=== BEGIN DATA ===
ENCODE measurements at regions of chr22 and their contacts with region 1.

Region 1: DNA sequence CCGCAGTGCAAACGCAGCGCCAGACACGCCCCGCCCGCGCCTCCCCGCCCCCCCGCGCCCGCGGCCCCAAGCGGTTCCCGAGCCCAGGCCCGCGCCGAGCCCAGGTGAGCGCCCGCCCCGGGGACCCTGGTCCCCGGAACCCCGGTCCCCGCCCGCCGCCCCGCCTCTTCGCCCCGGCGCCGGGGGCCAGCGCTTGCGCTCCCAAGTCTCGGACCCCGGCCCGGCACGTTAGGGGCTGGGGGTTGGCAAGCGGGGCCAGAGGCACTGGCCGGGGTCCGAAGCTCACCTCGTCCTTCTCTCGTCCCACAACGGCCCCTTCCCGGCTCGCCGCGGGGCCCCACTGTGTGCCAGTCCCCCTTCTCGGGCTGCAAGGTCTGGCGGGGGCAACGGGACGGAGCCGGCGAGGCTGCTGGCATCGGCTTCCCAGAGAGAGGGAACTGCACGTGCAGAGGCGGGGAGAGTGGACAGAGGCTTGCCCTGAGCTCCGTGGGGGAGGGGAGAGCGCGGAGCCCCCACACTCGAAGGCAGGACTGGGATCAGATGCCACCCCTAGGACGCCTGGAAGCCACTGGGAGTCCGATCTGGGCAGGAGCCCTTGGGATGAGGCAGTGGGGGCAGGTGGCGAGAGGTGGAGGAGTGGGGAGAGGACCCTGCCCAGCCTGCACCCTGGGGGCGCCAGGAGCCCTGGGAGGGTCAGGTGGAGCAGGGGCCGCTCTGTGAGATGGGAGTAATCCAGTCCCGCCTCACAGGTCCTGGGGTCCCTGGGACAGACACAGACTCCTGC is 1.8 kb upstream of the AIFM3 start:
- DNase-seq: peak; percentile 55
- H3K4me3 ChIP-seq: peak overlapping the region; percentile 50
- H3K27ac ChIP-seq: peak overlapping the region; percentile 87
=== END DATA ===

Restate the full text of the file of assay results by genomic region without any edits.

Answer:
ENCODE measurements at regions of chr22 and their contacts with region 1.

Region 1: DNA sequence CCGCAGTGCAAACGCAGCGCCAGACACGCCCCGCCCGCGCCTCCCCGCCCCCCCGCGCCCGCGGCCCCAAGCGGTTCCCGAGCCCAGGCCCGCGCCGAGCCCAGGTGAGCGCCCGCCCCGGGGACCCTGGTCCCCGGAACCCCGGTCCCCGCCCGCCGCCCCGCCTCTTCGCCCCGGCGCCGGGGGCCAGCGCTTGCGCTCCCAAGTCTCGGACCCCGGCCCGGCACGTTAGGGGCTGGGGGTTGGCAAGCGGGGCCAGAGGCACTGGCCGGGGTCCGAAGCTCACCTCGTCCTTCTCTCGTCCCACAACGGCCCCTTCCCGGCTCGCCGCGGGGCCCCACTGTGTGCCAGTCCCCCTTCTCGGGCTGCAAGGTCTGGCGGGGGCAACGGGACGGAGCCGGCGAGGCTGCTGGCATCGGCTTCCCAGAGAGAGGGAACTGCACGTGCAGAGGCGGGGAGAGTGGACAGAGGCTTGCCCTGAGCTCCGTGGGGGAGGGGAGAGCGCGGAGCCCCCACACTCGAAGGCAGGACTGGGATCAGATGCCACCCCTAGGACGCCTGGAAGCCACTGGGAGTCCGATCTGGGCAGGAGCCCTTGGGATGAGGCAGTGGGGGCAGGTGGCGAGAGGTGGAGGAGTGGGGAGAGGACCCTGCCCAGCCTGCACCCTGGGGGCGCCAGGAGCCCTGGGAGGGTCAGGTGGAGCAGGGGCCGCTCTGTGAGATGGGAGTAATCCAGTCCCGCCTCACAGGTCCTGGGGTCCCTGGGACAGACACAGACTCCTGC is 1.8 kb upstream of the AIFM3 start:
- DNase-seq: peak; percentile 55
- H3K4me3 ChIP-seq: peak overlapping the region; percentile 50
- H3K27ac ChIP-seq: peak overlapping the region; percentile 87